Galapatours guests regularly tell us that Elizabeth Bay is one of their favourite Galápagos excursions and visitor sites.
Day 5 •
Santiago • Egas Port
The first trail runs along the coast to visit the so-called "Fur Seal Grottos". The Galápagos Fur Seals like to seek shade from the equatorial sun, and they prefer rocky shores with caves or other nooks and crannies in which they can keep cool. The grottos here are perfect for them, and the tidal pools are also popular with Galápagos Marine Iguanas who can be seen feeding in and around them.
The second trail from Egas Port heads inland to the "Salt Mine Volcano". This hike is just under 2 miles long and takes you to the rim of a salt mine crater. This "mine" is actually a small volcanic cone that is filled with a salt water lagoon that dries up in the dry season. At several points in the 20th century individuals or companies attempted to mine salt from it, but without commercial success. The name of your landing site is after the owner of the last company to try salt mining here, Hector Egas.
Isabela • Las Tintoreras
Las Tintoreras are a group of small islets just a few hundred metres from the shores at Villamil, only accessible by kayak or panga. The network of Tintoreras forms a patchwork over the stunning turquoise waters of the bay, and this natural shelter is a haven for wildlife.
At low tides, one shallow lagoon is famous for offering amazing views of sharks swimming near the surface - the water clarity is such that they often look like they are floating in air! Other species that call Las Tintoreras home include Galápagos marine iguanas and friendly (and noisy) Galápagos Sea Lions.
Depending on tide conditions and time of year, it may be possible to snorkel here. If this is important to you, speak to one of our Galápagos experts who can advise you on the best itineraries to choose to meet your requirements.
Isabela • The Wetlands
The Wetlands is the name given to the area of lagoons and mangrove swamps just along the coast from Villamil on Isabela Island. This is a popular excursion as it is just a short walk from town on good paths and boardwalks.
This is an important habitat, and is one of the only places where you can see all 4 of the native Galápagos Mangrove species. These mangroves are hugely important, not only for the wildlife they contain, but also for their help in preserving the coastline and resisting the eroding action of waves.
There are a large number of bird species that make their home in the Wetlands, and if you are a birdwatcher this is an excursion you will want to make sure is on your schedule. Speak to one of our Galápagos experts to help select the best itinerary for a visit to the Isabela Wetlands.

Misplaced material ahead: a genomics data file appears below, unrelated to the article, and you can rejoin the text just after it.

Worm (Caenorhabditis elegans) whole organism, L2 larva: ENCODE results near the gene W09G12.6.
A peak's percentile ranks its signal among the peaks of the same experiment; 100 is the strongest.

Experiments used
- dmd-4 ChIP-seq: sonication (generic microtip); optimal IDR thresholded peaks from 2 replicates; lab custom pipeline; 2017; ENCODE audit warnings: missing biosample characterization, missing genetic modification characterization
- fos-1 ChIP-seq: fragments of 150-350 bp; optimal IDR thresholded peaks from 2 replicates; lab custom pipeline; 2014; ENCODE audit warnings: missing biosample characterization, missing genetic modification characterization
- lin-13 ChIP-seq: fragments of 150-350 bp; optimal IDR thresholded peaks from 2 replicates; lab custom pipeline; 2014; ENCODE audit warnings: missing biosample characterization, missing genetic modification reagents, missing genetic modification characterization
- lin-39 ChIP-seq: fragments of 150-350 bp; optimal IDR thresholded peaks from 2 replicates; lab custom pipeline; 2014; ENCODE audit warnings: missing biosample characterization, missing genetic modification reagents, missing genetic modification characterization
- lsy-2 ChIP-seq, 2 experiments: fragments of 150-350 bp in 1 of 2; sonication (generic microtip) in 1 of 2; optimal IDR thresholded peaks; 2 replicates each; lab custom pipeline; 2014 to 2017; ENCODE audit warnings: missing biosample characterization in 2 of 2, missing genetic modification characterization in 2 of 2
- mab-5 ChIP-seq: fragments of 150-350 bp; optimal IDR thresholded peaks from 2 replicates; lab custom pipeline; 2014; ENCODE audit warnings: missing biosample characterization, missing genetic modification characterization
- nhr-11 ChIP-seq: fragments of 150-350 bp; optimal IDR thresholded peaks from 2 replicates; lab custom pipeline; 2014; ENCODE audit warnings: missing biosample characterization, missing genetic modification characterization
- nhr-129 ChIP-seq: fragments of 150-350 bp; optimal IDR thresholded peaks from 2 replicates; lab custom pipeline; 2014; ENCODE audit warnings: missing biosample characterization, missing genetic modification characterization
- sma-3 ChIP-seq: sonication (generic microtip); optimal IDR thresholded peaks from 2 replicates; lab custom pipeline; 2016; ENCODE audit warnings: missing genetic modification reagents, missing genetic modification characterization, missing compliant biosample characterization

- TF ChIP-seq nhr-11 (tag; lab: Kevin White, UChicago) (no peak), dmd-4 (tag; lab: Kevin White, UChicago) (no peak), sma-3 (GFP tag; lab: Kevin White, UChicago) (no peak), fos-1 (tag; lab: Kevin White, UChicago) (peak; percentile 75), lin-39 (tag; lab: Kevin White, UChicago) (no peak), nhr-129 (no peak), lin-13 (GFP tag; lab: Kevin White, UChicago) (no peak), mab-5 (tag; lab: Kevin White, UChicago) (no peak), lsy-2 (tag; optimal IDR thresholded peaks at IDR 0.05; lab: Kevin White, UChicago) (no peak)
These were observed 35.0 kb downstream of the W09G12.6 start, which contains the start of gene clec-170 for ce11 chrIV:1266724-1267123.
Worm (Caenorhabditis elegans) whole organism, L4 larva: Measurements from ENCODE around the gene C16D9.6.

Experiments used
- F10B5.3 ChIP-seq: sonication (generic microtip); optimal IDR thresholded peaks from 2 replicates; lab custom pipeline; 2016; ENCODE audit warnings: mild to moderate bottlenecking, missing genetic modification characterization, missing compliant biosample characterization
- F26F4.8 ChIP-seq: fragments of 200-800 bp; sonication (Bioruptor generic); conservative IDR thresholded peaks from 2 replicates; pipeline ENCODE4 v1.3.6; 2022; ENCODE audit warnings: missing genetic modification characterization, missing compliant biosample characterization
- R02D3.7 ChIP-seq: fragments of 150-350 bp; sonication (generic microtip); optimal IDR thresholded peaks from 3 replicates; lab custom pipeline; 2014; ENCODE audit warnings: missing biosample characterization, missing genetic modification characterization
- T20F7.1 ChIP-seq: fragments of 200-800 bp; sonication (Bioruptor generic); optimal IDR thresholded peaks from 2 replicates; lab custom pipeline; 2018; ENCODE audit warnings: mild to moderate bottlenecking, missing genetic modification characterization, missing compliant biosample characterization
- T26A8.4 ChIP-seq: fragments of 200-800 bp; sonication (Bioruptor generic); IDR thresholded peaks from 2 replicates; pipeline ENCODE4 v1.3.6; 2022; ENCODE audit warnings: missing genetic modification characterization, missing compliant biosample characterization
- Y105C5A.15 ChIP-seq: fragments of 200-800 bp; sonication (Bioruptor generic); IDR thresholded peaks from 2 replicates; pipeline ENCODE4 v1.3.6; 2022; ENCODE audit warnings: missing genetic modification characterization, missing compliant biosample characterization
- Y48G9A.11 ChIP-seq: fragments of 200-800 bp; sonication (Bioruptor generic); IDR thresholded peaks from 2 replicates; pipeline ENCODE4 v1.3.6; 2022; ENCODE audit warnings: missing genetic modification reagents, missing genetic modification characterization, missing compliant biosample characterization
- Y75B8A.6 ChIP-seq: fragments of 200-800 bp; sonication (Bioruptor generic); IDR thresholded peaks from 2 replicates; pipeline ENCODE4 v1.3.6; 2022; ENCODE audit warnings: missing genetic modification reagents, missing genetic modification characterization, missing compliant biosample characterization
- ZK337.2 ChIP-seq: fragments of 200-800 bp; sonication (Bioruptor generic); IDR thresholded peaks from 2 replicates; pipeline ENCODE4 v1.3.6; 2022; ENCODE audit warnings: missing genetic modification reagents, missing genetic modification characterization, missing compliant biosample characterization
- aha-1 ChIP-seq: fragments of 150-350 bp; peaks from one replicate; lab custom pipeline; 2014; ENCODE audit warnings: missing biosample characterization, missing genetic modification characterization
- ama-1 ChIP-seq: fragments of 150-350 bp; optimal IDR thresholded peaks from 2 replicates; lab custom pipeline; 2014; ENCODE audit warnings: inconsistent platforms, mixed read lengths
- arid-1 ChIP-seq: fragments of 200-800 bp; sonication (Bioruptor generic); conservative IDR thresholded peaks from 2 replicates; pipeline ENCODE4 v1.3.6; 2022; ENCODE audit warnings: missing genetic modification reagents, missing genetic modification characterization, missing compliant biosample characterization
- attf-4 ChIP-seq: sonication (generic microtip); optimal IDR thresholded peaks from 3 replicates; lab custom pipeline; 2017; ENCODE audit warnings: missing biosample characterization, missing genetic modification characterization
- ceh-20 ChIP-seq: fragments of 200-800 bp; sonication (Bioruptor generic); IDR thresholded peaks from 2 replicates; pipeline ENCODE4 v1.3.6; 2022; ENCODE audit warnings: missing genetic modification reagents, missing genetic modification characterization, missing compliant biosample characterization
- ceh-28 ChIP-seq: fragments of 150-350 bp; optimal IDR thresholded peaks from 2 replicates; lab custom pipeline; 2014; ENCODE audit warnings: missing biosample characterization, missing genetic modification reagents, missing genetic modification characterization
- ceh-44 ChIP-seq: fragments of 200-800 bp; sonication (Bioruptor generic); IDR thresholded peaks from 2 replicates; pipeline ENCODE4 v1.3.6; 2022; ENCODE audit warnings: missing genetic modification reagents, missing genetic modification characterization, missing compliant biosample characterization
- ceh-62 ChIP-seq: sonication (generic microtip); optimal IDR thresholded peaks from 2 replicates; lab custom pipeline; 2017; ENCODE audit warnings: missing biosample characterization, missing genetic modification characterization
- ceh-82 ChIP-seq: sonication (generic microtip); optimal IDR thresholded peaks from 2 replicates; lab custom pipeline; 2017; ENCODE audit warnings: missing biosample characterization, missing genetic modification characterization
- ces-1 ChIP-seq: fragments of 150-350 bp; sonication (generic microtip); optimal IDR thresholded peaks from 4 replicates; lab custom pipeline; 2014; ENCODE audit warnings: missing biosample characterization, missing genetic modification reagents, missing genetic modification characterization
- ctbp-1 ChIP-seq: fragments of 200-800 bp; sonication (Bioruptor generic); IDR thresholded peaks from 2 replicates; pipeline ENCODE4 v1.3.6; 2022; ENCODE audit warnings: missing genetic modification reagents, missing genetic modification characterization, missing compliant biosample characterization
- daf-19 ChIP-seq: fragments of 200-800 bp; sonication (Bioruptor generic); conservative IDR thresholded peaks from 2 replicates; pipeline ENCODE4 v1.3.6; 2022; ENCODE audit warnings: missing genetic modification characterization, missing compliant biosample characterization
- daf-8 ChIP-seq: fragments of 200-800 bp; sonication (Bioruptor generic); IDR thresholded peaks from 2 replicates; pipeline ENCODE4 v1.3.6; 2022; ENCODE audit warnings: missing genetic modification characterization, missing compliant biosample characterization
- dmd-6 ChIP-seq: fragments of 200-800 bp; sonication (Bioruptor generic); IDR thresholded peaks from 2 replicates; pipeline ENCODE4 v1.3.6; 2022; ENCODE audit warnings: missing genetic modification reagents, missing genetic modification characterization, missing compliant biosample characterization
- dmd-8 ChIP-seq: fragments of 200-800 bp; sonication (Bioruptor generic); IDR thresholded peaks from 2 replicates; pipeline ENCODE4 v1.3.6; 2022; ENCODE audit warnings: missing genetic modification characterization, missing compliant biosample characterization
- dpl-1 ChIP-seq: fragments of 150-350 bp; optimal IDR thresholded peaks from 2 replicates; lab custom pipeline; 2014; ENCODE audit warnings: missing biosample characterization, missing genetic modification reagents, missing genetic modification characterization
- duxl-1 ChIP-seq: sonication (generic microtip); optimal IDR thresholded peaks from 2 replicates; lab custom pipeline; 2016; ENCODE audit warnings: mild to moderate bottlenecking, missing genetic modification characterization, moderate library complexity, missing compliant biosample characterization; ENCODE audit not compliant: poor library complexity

Day 6 •
Floreana • Post Office Bay
Floreana, like several of the Galápagos Islands, has a history of whaling. During voyages of many months, whaling ships would call here to replenish stocks of food and water, and the sailors were often keen to send news to loved ones that they were still safe. A tradition grew up here where sailors would leave a letter addressed home, hopeful that a ship heading back to port would pick it up and deliver it for them. This tradition of leaving letters and cards, and picking up others addressed to your home port meant that the location of this letter drop became known as "Post Office Bay".
Decades later, the unofficial Floreana post office is still very active - why not leave a card of your own, or see if you could take one back to your home town for someone else?! As well as this charming tradition, Post Office Bay boasts a pleasant beach, and there is a short hiking trail down to a cave, which is actually a lava tube that runs down to the sea.
Floreana • Cormorant Point
Cormorant Point is on the northern tip of Floreana, and you'll land on a beach that sits between two volcanic cones. The sand on one of the beaches here has a noticeably olive-green color. This is due to a much higher than usual concentration of olivine crystals in the sand. Another beach is made up mainly of coral sand and is almost a brilliant white in comparison.
This Galápagos site has a large lagoon which is favored by flamingos, their pink coloring contrasting with the green sand. There is some good snorkeling here, and you can often spot rays in the shallows. There is a one mile hike available that takes you to higher ground and provides great views over the lagoon, and to both beaches on either side of the Point.
Day 7 •
Santa Cruz • Santa Cruz Highlands
Santa Cruz is the only island on the Galápagos that allows you to travel through every habitat type that exists in the archipelago. This makes the journey north from the coast up into the highlands a fantastic opportunity to experience the breadth of life that exists on these islands.
Your bus journey starts from Puerto Ayora on the coast and you slowly start to climb through the agricultural zone where open fields begin to give way to lush, green, mist-covered forests. This is a marked contrast to many of the islands which are at much lower elevation and much more arid. This rich verdant landscape is predominantly made up of dense Scalesia forest.
Your expert Galapatours guide will stop several times along the route to allow you to explore various different sites. Among the stops will be a Giant Tortoise reserve, and also a visit to the famous lava tubes. Over half a mile long, a walk through these natural volcanic features is eerie and unforgettable.
Also along the way you will stop for refreshments, and you'll be able to try locally-grown Galápagos coffee - we think it's among the best we've ever tasted!